An anti-war activist who became nationally recognized for camping outside President Bush’s Texas home told an Iowa City audience last night (Tuesday) she’s still working for change. Cindy Sheehan has traveled the globe protesting the United States’ role in Iraq. Sheehan’s son, Casey, was serving in Iraq with the U.S. Army when he was killed in 2004.
Sheehan says she will continue to champion the cause of getting American troops out of the Middle East, despite the controversy that always surrounds her. “I did something that’s the hardest thing for a mother to do. I buried my son. I’m surviving that horrible event every day and if people think they can attack me and it’s going to hurt me or change my position or make me stop, they’re wrong.”
Sheehan says she won’t stop protesting American foreign policy and doesn’t flinch when asked if it’s time to give it all up. She says “That’s not an option because one of my children is dead so I could never go back to my old way of life. Sometimes I do just think maybe it would be easy just to drive down to Mexico or something, but it’s not an option because I can’t stand the thought of millions of people in harm’s way. I can’t stand the thought of our soldiers dying.”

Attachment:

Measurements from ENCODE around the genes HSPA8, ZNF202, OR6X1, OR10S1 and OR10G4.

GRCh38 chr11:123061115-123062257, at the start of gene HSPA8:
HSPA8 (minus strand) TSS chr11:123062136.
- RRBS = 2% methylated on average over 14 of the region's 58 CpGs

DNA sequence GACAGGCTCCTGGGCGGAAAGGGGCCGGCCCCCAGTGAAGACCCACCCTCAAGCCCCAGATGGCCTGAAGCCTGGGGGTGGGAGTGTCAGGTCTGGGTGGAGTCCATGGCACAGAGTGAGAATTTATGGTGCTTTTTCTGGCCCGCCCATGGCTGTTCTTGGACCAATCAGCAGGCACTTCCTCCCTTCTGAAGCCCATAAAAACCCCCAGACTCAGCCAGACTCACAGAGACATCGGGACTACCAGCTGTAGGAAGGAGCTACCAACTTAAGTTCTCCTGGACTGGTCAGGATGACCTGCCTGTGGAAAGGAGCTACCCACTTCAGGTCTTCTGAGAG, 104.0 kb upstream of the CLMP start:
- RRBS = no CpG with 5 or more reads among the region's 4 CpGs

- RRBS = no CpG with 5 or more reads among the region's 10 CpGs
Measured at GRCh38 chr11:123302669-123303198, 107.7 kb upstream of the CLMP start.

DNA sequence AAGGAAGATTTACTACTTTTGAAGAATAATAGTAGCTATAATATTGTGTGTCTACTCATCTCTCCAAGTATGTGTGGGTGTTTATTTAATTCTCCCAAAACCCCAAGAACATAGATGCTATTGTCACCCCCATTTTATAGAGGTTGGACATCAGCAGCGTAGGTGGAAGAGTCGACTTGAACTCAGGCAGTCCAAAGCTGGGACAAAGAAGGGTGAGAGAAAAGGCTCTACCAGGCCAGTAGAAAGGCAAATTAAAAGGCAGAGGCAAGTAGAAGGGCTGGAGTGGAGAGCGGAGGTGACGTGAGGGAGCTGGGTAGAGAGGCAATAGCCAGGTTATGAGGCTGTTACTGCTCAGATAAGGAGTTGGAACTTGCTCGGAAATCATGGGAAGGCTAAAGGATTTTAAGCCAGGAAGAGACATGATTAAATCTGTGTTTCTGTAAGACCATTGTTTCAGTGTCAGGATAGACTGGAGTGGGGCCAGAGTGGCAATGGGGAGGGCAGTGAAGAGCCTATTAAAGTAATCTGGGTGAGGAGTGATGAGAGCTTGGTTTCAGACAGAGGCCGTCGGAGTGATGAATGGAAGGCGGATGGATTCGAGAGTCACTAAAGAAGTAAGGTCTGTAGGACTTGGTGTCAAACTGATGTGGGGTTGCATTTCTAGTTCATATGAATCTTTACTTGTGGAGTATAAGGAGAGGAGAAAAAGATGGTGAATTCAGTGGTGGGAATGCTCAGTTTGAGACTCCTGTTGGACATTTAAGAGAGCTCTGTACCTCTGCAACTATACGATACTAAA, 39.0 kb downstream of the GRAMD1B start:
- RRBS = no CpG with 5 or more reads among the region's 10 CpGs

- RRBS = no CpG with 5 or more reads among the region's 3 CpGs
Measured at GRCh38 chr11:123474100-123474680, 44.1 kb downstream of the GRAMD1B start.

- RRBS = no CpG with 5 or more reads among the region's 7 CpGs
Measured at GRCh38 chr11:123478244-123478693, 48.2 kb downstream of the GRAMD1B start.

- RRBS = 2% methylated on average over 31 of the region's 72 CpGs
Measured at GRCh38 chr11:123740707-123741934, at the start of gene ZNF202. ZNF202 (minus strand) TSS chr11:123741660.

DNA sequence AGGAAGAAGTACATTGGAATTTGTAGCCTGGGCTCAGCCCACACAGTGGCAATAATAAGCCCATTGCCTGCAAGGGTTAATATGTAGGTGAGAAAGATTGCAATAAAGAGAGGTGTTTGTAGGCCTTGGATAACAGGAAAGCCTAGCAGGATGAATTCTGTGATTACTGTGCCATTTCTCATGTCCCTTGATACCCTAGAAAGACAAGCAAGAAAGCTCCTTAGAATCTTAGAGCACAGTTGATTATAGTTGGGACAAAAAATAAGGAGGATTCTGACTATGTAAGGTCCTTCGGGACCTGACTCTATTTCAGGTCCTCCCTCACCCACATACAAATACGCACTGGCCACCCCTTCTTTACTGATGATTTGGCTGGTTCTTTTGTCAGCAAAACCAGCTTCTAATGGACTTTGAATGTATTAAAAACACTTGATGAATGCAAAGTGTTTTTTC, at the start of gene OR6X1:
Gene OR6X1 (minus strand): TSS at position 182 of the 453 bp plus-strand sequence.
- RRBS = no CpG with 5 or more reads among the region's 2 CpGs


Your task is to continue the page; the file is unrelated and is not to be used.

Sheehan says the Bush administration distancing itself from the “stay the course” policy is nothing but a softening of the rhetoric to comply with mounting discontent with U.S. foreign policy. Along with a group of military families, Sheehan founded the Gold Star Families for Peace. She was at the University of Iowa, giving a lecture sponsored by the Women’s Resource and Action Center.